Josna Rege

38. Study Halls and Cinchona

In India, Stories on April 14, 2010 at 1:03 am

photo by Karl Hagen

At boarding school in Darjeeling back in the 1960s we were required to sit through three study periods a day: morning study, from 6:30 to 7:30 am—tantalizing because the study hall was adjacent to the kitchens and we could smell breakfast being prepared; afternoon study, from 4:30 to 6 pm—also hard to sit through before dinner, since, as growing adolescents, we were perpetually hungry; and evening study, a mercifully short hour after dinner, followed by a precious hour of free time before Lights Out.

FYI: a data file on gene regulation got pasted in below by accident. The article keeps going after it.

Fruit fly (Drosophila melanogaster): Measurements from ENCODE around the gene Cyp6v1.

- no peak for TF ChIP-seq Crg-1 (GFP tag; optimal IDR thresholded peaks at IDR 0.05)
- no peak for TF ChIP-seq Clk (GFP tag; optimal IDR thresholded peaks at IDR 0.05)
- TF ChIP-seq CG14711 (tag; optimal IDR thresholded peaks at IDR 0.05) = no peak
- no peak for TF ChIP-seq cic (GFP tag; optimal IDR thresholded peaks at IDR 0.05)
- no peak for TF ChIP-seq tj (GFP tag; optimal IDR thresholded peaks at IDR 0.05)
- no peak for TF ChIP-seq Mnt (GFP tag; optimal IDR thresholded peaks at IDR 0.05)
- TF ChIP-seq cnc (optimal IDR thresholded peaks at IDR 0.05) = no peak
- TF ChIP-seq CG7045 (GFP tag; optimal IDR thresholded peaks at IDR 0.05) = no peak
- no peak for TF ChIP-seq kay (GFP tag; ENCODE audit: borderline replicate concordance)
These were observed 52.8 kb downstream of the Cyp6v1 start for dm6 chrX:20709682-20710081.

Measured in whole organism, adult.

During these tedious sessions I would while away the time daydreaming or passing notes furtively back and forth between the rows of desks without attracting the attention of the teacher monitoring from a dais at the front of the hall. (In a box somewhere I still have a little stack of these notes, many of them written in Thai, which my boyfriend was teaching me.) I was grateful that I was studying the piano, because it allowed me to excuse myself legitimately from morning study for a daily half-hour of peaceful music practice—from which I could sneak out for a few minutes to race back up to the girls’ dormitory if I had not had time to make my bed between the Rising Bell at 6 am and the beginning of the study hour. (I was a slow riser at the best of times,  especially on cold, misty mornings in that unheated stone building, where we had to keep three blankets on our beds throughout the school year.)